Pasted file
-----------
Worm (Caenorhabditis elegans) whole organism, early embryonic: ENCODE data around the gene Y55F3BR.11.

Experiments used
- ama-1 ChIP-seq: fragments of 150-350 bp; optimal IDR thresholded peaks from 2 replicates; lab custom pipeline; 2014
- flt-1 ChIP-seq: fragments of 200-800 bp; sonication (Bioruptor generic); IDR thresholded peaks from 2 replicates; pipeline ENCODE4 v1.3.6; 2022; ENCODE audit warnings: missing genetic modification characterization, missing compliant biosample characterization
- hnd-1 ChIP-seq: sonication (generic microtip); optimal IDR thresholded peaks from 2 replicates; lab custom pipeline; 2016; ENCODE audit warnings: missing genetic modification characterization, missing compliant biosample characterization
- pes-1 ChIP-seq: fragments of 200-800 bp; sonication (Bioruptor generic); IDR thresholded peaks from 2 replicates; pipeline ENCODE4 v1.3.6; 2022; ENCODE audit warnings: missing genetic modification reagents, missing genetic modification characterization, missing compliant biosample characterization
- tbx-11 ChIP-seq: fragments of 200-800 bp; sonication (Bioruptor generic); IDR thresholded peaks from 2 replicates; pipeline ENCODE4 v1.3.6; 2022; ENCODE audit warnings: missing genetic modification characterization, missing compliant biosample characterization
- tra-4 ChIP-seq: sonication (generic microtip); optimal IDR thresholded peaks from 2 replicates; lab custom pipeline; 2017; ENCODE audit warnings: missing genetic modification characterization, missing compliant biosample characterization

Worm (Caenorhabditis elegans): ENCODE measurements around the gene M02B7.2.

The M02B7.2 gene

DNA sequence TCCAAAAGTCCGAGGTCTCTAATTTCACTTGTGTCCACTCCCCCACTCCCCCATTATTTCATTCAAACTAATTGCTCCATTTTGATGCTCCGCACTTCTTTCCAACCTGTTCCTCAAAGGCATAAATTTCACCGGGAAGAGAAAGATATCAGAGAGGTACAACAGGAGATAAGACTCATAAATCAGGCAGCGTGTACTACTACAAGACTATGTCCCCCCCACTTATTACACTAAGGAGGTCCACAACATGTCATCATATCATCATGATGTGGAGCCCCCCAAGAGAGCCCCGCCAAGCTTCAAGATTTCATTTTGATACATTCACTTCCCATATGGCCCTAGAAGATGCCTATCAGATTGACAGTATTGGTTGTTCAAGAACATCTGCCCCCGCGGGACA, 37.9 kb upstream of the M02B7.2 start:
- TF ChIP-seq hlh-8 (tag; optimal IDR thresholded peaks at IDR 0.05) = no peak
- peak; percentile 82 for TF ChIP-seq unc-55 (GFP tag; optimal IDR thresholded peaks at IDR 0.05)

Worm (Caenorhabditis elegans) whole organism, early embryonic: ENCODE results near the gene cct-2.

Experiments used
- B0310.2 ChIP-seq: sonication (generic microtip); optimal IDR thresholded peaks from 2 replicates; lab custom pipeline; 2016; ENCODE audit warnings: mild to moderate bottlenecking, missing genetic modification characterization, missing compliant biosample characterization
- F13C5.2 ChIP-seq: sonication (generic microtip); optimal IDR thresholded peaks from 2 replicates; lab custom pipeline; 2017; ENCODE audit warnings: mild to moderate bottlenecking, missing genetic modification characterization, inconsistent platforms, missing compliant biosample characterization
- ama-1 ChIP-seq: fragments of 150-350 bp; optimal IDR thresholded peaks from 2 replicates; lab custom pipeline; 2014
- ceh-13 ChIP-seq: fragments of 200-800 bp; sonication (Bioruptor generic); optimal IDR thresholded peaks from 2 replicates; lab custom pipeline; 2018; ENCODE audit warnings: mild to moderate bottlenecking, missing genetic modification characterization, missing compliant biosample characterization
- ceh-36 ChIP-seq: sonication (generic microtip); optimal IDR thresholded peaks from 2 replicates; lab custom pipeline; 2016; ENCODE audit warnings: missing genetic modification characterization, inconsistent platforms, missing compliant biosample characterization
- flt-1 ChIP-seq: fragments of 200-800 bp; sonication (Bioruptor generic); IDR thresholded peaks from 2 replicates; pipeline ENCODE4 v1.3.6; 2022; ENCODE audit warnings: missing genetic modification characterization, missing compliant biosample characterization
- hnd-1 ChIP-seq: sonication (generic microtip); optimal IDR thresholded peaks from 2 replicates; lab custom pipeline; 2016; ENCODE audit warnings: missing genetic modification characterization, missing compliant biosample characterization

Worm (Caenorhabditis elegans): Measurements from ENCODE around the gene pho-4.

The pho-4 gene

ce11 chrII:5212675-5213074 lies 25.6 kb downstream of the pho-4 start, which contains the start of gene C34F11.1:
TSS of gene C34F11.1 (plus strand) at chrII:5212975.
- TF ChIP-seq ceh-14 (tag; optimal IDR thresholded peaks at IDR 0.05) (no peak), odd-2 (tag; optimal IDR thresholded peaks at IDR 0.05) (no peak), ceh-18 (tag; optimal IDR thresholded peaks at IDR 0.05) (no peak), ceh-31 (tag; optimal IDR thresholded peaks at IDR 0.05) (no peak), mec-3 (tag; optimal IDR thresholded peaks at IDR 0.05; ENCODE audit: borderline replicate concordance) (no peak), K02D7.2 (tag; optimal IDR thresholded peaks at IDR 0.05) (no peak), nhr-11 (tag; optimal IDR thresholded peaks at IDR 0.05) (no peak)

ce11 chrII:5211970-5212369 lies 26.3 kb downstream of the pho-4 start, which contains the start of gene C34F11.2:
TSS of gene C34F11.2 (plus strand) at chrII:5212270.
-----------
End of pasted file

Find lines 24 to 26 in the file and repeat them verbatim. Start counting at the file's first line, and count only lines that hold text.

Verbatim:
The pho-4 gene

ce11 chrII:5212675-5213074 lies 25.6 kb downstream of the pho-4 start, which contains the start of gene C34F11.1:
TSS of gene C34F11.1 (plus strand) at chrII:5212975.